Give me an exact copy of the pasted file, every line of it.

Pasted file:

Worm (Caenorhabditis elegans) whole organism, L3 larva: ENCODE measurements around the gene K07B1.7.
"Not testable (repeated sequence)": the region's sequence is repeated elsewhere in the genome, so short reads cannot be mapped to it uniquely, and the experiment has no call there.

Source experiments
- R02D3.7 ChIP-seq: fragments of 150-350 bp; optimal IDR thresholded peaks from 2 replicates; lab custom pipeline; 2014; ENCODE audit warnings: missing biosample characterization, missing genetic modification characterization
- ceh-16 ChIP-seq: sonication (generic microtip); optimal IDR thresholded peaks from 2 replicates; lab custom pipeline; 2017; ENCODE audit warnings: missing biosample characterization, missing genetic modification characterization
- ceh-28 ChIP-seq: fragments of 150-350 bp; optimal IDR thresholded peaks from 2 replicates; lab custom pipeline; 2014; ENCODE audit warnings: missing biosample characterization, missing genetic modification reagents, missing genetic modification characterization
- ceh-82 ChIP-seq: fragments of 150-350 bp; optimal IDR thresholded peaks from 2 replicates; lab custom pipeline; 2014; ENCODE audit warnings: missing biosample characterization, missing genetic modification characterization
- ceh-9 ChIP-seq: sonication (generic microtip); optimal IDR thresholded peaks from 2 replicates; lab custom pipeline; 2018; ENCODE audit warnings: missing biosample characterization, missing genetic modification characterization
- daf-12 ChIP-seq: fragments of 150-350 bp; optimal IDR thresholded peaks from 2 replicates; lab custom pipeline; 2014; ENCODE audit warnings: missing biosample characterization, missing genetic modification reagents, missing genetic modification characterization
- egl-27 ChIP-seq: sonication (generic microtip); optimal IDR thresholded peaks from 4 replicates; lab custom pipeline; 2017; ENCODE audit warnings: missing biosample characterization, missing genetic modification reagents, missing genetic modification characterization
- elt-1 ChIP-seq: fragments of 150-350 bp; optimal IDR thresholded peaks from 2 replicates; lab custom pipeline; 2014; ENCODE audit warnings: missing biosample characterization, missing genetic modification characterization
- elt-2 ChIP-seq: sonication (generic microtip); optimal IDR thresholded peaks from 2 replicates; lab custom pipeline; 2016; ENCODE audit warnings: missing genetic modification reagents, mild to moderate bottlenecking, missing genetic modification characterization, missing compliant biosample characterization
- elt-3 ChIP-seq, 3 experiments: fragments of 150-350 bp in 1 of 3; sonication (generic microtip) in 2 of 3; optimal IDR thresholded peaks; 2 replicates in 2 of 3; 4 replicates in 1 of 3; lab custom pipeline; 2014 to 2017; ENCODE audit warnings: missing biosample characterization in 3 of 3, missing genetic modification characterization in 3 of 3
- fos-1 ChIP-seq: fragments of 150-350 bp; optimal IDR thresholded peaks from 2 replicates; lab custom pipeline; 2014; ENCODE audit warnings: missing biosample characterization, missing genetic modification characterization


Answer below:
Worm (Caenorhabditis elegans) whole organism, L3 larva: ENCODE measurements around the gene K07B1.7.
"Not testable (repeated sequence)": the region's sequence is repeated elsewhere in the genome, so short reads cannot be mapped to it uniquely, and the experiment has no call there.

Source experiments
- R02D3.7 ChIP-seq: fragments of 150-350 bp; optimal IDR thresholded peaks from 2 replicates; lab custom pipeline; 2014; ENCODE audit warnings: missing biosample characterization, missing genetic modification characterization
- ceh-16 ChIP-seq: sonication (generic microtip); optimal IDR thresholded peaks from 2 replicates; lab custom pipeline; 2017; ENCODE audit warnings: missing biosample characterization, missing genetic modification characterization
- ceh-28 ChIP-seq: fragments of 150-350 bp; optimal IDR thresholded peaks from 2 replicates; lab custom pipeline; 2014; ENCODE audit warnings: missing biosample characterization, missing genetic modification reagents, missing genetic modification characterization
- ceh-82 ChIP-seq: fragments of 150-350 bp; optimal IDR thresholded peaks from 2 replicates; lab custom pipeline; 2014; ENCODE audit warnings: missing biosample characterization, missing genetic modification characterization
- ceh-9 ChIP-seq: sonication (generic microtip); optimal IDR thresholded peaks from 2 replicates; lab custom pipeline; 2018; ENCODE audit warnings: missing biosample characterization, missing genetic modification characterization
- daf-12 ChIP-seq: fragments of 150-350 bp; optimal IDR thresholded peaks from 2 replicates; lab custom pipeline; 2014; ENCODE audit warnings: missing biosample characterization, missing genetic modification reagents, missing genetic modification characterization
- egl-27 ChIP-seq: sonication (generic microtip); optimal IDR thresholded peaks from 4 replicates; lab custom pipeline; 2017; ENCODE audit warnings: missing biosample characterization, missing genetic modification reagents, missing genetic modification characterization
- elt-1 ChIP-seq: fragments of 150-350 bp; optimal IDR thresholded peaks from 2 replicates; lab custom pipeline; 2014; ENCODE audit warnings: missing biosample characterization, missing genetic modification characterization
- elt-2 ChIP-seq: sonication (generic microtip); optimal IDR thresholded peaks from 2 replicates; lab custom pipeline; 2016; ENCODE audit warnings: missing genetic modification reagents, mild to moderate bottlenecking, missing genetic modification characterization, missing compliant biosample characterization
- elt-3 ChIP-seq, 3 experiments: fragments of 150-350 bp in 1 of 3; sonication (generic microtip) in 2 of 3; optimal IDR thresholded peaks; 2 replicates in 2 of 3; 4 replicates in 1 of 3; lab custom pipeline; 2014 to 2017; ENCODE audit warnings: missing biosample characterization in 3 of 3, missing genetic modification characterization in 3 of 3
- fos-1 ChIP-seq: fragments of 150-350 bp; optimal IDR thresholded peaks from 2 replicates; lab custom pipeline; 2014; ENCODE audit warnings: missing biosample characterization, missing genetic modification characterization